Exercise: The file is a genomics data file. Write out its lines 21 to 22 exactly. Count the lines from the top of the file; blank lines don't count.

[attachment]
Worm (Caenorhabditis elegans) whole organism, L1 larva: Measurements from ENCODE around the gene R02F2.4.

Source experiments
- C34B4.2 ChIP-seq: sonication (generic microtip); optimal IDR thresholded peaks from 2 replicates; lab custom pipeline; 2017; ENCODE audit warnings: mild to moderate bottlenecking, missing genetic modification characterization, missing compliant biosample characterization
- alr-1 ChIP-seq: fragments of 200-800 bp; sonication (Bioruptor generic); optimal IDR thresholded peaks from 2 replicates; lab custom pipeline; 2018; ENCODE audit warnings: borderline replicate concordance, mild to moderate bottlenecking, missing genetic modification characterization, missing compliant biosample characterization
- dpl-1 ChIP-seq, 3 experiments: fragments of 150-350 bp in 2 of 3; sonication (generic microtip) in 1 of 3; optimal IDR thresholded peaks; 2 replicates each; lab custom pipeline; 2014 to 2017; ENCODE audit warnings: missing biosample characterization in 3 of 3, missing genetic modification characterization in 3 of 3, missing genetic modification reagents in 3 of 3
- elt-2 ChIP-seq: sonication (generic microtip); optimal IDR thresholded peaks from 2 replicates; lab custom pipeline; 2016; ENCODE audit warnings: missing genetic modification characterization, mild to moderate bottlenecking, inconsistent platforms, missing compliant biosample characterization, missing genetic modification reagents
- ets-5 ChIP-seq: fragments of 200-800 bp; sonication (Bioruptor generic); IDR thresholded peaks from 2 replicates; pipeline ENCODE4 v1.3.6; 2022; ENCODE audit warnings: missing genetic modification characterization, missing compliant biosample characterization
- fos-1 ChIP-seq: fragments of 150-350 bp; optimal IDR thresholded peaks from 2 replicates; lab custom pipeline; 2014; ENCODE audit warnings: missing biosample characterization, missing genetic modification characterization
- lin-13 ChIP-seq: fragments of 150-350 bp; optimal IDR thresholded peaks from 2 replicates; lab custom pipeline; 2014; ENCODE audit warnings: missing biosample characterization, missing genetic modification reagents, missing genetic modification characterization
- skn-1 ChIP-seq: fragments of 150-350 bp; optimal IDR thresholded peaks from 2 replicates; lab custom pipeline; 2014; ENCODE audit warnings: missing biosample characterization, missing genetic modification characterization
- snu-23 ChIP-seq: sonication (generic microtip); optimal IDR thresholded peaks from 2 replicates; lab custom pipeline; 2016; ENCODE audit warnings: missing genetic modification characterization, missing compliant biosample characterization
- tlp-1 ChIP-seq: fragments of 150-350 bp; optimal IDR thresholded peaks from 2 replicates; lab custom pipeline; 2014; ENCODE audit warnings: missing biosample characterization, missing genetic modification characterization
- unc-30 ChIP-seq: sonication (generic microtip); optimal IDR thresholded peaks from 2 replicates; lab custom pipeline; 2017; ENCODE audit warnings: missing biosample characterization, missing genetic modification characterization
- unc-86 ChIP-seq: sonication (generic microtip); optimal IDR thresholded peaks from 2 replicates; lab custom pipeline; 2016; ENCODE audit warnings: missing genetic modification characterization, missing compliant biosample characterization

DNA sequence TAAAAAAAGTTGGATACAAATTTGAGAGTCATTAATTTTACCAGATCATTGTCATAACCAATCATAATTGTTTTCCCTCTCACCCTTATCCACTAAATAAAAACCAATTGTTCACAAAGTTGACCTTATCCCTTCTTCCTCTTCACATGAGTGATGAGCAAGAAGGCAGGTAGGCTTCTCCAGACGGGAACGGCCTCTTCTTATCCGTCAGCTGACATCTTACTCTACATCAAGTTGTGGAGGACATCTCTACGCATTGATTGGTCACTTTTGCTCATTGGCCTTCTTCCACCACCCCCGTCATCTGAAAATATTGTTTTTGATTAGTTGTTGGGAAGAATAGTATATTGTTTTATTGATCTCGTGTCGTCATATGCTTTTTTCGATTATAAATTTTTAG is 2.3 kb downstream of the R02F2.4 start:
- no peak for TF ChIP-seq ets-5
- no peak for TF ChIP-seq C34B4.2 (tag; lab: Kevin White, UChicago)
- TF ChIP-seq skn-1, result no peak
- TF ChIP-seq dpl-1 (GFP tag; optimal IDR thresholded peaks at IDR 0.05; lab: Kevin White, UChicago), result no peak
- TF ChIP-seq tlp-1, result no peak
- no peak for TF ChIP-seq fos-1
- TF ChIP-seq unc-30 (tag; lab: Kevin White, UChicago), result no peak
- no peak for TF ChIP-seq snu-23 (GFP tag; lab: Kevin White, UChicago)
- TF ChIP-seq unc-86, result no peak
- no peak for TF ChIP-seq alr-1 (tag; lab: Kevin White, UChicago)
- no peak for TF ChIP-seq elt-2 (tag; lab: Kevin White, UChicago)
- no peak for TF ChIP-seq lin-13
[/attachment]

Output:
- no peak for TF ChIP-seq fos-1
- TF ChIP-seq unc-30 (tag; lab: Kevin White, UChicago), result no peak